- Provide the name, address, and telephone numbers of each home and identify the ones with burglar alarms
- Identify seniors and/or neighbors with health or mobility problems who may need special attention
- List the make, model and license plate numbers of vehicles at each home. Help neighbors by letting them know which vehicles belong there during daytime hours
- Include non-emergency telephone numbers for police, fire and ambulance
- For crimes in progress or life threatening situations, call 9-1-1 immediately
- Update and reissue maps when any information changes
Gather and share information.
Knowing more about your neighbors, their vehicles and their daily routines will help you recognize unusual or suspicious activities. Consider exchanging the following types of basic information with your neighbors:
- Home and work telephone numbers
- Names, ages and number of family members or residents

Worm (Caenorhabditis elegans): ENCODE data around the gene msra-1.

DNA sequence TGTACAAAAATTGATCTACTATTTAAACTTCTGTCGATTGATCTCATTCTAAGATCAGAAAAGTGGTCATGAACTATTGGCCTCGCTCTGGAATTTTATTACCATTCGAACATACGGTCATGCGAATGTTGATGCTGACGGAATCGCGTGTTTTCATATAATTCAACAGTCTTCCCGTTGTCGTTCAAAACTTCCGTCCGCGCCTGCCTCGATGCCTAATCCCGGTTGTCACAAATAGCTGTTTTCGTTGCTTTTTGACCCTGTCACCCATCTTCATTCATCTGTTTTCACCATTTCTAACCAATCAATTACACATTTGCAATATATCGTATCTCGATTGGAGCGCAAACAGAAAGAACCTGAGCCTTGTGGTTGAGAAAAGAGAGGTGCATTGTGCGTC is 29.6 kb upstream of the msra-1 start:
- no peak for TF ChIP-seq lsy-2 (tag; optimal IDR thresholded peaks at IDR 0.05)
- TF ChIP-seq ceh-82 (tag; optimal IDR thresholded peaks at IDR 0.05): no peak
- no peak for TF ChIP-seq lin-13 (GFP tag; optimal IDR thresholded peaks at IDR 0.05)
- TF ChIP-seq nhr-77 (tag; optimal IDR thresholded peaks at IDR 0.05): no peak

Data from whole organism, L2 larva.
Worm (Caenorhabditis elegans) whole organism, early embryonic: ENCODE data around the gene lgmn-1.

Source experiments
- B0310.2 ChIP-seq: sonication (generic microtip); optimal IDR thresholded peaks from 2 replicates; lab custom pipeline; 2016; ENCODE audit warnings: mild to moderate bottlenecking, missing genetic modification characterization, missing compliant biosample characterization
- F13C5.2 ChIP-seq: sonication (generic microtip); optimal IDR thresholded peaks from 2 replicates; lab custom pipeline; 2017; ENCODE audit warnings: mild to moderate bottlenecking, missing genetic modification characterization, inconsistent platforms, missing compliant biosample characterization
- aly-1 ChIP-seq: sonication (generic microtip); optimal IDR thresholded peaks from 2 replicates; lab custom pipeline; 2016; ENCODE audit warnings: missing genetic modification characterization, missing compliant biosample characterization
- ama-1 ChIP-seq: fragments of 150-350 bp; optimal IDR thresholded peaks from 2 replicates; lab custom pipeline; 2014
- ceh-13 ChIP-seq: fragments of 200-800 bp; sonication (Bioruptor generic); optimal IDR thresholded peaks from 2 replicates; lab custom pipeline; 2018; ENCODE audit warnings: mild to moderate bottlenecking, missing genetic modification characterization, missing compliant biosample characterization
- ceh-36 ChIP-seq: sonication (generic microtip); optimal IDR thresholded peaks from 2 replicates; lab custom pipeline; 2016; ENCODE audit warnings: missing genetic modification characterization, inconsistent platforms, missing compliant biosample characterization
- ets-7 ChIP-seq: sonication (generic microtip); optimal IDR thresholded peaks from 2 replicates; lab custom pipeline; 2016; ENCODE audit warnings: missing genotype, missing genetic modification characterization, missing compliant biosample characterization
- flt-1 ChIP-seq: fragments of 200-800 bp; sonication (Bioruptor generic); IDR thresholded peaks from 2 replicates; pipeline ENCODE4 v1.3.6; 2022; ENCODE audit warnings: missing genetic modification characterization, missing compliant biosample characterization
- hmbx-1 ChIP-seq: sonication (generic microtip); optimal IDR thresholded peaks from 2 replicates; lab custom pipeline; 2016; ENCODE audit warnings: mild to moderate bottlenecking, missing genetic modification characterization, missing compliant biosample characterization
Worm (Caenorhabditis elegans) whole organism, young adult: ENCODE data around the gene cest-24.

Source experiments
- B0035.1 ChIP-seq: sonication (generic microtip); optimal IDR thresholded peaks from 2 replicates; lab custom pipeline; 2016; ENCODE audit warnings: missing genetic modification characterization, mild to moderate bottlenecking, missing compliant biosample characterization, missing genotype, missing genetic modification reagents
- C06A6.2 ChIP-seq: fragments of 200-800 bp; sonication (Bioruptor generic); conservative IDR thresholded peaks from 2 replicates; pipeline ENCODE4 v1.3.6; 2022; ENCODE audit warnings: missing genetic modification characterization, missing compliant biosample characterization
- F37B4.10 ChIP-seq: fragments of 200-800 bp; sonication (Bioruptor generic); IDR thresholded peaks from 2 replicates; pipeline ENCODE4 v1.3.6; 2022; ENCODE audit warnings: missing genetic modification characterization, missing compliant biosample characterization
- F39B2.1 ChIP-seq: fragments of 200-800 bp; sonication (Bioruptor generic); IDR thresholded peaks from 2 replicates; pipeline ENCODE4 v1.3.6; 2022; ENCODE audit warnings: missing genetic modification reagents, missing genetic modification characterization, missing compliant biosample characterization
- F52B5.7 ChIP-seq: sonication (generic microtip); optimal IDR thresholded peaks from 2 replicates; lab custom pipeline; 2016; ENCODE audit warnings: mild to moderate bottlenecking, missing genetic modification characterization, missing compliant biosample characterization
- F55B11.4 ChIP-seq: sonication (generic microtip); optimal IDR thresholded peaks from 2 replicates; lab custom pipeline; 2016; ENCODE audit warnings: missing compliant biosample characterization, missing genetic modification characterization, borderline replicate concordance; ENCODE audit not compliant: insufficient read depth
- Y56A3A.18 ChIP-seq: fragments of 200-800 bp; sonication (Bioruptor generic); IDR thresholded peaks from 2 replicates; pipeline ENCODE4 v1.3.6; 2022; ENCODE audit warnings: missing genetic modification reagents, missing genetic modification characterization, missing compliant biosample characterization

- Work hours
- School or day-care hours of children;
- Who owns a dog
- Planned vacations or visitors
- Scheduled deliveries or repairs
Maintaining a Neighborhood Watch Program
After your Neighborhood Watch is established, be sure everyone understands and observes the following guidelines:
- Be alert to unusual or suspicious behavior in your neighborhood. Call the police if necessary. Write down descriptions of suspicious person(s) and license numbers
- Tell a trusted neighbor if your house will be unoccupied for an extended period. Tell him or her how to reach you in an emergency
- Look after your neighbor’s homes when they are away and ask them to look after yours. This includes picking up mail, newspapers and storing trashcans or recycling bins. Don’t send a message that says, “No One Is Home”
- Attend Neighborhood Watch meetings often. Your Bryan PD crime prevention officer will teach you about local crime trends and what you can do about them
- Above all, stay involved. It is the most effective way to reduce or prevent crime and make your neighborhood safe
- Remember your job is to report crime. The responsibility for apprehending criminals belongs to the police